How Much do They Charge?
This can be one of the biggest barriers to Social Workers looking to pursue their clinical credential. If you are not able to receive supervision through your workplace you will have to consider how much you are able to afford to pay a potential Supervisor. You and any potential Supervisor should be very clear about the cost of their services and if there are any opportunities for reduced pricing (such as group sessions). If cost is a limiting factor you may wish to consider meeting with less frequency, true this will prolong the course of supervision, but it will make the cost more palatable. Additionally, you and your Supervisor will want to outline when payment is due. Most require payment at the time of the session, however other Supervisors may have different expectations.
Do They Have a Supervision Contract?
You and your potential Supervisor should treat this like any other professional relationship. Some Supervisors have very explicit contracts they expect their supervisees to adhere to, and others have more of a verbal agreement. Regardless, you will want to be clear what they expect of you. An example of a questions to ask to ensure understanding in this space would be: What should I bring to supervision sessions? Another question you will want to be clear about is if they would like to be able to contact your employer in the event that concerns arise. While I have not personally had to do this for any supervisees, I know that other Supervisors feel that if concerns arise they may have an ethical obligation to notify employers of their concerns.
How Do They Keep Their Records?
While the state I practice in (Ohio) places the burden of record keeping on the Supervisee, you will also want to determine if your potential Supervisor also keeps any records of the sessions for themselves and if so, how will they store them. As always, client privacy is of utmost importance so if your Supervisor is not a part of your agency you will want to know how they store information and ensure client confidentiality. It is also important to note that it’s always possible that you could lose your own documentation of your sessions. If that were to happen your Supervisors’ records would be vital in replacing any lost or damaged documents regarding your sessions. Lastly, most states reserve the right to audit the records of your supervision sessions. In this very unlikely event your Supervisors records could be necessary to support your own supervision documentation.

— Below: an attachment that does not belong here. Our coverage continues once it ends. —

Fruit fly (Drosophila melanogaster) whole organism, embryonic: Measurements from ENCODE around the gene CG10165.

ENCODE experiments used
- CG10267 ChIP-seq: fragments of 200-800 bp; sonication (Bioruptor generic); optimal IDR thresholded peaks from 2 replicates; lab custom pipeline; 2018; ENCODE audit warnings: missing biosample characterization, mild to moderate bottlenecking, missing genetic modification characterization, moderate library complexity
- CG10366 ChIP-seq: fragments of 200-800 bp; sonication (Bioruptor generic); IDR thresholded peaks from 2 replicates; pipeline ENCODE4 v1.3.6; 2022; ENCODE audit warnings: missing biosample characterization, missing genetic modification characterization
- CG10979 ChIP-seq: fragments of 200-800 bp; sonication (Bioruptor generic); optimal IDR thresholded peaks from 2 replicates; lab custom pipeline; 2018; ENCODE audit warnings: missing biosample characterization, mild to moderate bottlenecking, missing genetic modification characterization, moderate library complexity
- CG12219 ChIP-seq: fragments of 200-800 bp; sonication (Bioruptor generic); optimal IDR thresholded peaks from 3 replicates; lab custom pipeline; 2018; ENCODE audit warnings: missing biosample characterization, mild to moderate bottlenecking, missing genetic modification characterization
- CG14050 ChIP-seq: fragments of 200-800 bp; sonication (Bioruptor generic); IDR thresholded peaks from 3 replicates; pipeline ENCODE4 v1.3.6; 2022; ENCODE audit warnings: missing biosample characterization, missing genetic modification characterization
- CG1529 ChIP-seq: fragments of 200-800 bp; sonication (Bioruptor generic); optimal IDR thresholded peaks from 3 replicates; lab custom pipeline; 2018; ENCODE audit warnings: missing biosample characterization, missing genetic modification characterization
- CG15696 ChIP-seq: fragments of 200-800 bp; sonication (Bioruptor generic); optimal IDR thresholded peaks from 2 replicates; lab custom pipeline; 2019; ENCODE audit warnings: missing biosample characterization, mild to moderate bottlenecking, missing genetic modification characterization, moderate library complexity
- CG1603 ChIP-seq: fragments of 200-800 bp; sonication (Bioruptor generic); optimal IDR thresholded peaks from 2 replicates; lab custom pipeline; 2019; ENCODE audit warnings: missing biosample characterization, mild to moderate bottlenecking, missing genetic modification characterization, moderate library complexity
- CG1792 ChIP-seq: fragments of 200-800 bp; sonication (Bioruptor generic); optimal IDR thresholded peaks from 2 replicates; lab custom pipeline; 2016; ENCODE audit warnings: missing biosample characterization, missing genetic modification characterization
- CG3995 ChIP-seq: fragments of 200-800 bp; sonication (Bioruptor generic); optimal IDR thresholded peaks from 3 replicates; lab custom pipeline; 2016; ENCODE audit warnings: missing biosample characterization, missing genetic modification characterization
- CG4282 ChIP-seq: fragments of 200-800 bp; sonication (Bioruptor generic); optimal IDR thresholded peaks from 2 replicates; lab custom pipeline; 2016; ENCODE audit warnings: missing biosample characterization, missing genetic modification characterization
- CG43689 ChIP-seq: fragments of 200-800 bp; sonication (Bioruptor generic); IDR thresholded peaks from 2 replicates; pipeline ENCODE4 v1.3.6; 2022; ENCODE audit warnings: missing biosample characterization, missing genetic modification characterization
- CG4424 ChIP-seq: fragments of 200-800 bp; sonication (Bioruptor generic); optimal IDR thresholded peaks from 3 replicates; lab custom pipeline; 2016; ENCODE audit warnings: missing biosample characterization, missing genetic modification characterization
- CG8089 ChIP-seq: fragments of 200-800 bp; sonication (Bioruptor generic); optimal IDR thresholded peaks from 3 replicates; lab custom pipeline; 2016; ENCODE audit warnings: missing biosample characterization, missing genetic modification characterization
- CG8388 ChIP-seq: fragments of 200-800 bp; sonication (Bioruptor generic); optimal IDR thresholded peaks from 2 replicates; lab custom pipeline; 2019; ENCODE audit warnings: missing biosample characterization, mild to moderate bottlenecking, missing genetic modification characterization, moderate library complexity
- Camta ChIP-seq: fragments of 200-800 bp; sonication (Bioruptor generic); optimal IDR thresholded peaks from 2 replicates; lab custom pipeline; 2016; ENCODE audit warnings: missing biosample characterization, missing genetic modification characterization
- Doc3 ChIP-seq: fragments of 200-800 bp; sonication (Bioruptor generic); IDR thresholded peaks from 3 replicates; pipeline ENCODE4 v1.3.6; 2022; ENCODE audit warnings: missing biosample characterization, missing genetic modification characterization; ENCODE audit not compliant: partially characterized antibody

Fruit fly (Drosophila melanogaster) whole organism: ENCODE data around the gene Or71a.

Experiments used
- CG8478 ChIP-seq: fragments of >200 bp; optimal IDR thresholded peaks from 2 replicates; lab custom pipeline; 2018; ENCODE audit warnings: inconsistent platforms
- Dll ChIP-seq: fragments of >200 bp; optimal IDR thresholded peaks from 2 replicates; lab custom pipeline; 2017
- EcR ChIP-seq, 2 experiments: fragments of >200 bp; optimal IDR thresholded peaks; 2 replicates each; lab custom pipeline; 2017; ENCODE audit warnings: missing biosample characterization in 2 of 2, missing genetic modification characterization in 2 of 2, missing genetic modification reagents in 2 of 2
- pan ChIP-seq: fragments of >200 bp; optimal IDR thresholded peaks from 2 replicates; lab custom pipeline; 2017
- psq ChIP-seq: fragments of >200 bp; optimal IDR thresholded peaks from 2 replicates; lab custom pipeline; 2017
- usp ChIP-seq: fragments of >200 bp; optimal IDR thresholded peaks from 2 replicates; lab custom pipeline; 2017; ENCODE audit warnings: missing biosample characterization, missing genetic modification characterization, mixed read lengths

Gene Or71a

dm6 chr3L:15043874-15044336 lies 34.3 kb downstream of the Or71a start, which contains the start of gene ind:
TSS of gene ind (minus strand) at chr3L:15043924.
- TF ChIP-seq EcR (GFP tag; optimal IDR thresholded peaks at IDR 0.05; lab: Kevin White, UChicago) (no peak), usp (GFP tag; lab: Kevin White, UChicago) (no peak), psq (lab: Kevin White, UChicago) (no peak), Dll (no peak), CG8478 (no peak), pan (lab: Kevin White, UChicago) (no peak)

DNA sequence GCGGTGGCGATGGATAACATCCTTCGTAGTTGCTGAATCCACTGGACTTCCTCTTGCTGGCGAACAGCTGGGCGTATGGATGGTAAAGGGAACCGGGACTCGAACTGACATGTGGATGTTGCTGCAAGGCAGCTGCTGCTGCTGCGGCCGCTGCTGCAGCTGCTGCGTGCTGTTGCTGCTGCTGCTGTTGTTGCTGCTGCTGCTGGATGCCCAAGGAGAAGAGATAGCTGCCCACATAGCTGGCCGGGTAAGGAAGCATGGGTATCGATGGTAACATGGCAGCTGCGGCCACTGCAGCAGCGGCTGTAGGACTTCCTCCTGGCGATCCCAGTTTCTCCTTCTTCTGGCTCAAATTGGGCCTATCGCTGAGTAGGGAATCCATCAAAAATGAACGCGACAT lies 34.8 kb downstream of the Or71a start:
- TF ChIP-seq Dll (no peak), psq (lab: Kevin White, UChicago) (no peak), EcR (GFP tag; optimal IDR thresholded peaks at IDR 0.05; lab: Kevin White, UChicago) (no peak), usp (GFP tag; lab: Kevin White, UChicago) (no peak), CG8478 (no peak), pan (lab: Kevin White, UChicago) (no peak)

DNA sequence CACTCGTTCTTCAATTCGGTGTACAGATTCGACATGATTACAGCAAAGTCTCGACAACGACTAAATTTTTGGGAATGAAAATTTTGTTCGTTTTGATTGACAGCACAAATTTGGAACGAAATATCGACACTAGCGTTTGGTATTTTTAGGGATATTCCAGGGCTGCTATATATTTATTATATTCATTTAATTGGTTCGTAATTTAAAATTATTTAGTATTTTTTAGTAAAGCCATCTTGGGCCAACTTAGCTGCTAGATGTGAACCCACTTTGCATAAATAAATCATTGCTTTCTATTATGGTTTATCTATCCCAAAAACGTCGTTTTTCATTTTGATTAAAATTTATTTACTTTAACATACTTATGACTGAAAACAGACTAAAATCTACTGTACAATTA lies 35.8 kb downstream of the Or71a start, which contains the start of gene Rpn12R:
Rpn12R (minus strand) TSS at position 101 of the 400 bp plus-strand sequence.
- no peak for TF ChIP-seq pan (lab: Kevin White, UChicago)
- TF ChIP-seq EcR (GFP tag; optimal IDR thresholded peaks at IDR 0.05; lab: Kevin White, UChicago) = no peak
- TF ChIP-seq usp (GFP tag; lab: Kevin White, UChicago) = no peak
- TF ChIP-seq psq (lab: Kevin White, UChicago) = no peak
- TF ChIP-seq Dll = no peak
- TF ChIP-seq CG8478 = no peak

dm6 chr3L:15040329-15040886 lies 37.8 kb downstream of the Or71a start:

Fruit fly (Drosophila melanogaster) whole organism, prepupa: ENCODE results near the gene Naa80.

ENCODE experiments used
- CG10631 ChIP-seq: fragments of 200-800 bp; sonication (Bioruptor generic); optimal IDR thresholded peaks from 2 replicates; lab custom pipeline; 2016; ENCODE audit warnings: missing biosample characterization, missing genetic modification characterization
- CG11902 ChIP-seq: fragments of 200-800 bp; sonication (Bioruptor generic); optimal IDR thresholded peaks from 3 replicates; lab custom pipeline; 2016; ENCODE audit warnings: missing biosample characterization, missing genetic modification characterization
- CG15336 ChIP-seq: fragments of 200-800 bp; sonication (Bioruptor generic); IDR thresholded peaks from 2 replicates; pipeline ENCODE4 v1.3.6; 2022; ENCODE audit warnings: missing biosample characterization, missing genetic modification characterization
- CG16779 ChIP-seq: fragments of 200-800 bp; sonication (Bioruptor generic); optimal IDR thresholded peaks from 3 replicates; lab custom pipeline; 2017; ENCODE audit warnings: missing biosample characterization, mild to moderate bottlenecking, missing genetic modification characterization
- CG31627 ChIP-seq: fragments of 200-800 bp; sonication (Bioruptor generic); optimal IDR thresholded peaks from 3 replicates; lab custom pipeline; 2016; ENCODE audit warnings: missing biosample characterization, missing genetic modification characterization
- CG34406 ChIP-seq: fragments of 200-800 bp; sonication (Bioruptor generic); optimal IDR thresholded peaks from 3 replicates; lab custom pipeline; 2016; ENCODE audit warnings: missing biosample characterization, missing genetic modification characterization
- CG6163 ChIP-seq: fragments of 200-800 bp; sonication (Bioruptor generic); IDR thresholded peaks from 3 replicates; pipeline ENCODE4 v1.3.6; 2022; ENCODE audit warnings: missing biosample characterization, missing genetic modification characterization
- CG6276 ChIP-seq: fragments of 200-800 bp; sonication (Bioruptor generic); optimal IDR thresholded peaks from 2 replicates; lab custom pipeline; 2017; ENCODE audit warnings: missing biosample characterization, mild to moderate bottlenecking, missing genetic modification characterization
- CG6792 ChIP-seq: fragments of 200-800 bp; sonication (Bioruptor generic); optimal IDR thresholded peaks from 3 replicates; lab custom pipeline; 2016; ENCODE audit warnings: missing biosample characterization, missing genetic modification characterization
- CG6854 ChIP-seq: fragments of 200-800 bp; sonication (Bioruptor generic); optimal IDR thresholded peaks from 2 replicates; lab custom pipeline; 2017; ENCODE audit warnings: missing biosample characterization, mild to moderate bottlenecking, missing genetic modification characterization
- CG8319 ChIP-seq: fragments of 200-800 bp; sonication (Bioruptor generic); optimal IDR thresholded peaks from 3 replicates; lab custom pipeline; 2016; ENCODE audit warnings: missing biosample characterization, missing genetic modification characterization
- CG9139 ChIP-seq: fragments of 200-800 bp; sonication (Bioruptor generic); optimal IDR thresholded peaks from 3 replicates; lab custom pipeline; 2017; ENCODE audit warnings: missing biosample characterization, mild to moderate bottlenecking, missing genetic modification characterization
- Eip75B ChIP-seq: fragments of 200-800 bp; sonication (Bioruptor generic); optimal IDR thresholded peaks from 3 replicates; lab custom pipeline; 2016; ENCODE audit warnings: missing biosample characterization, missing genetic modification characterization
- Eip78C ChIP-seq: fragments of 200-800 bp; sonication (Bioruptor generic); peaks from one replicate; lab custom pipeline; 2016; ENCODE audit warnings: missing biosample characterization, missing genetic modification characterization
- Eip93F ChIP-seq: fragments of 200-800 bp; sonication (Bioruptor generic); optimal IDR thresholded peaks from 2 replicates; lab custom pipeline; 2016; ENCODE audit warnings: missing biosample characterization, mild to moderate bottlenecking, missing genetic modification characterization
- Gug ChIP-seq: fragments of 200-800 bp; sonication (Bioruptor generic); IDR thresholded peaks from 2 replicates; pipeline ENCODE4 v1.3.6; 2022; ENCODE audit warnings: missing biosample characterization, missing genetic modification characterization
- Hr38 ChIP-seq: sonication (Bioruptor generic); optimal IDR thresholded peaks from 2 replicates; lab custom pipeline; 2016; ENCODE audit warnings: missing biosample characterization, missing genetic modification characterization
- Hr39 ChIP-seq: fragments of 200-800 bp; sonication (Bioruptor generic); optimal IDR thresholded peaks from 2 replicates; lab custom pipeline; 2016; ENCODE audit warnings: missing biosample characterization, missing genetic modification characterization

In conclusion, finding a Supervisor can be a challenging task, especially if you live in an area where Social Workers with supervisory credentials are limited. However, taking the time to ensure that the Supervisor you are working with is a good fit can go a long way to ensuring actual completion of your supervision hours and your professional development. For more information about supervision requirements please contact your state licensing board as well as your state NASW branch.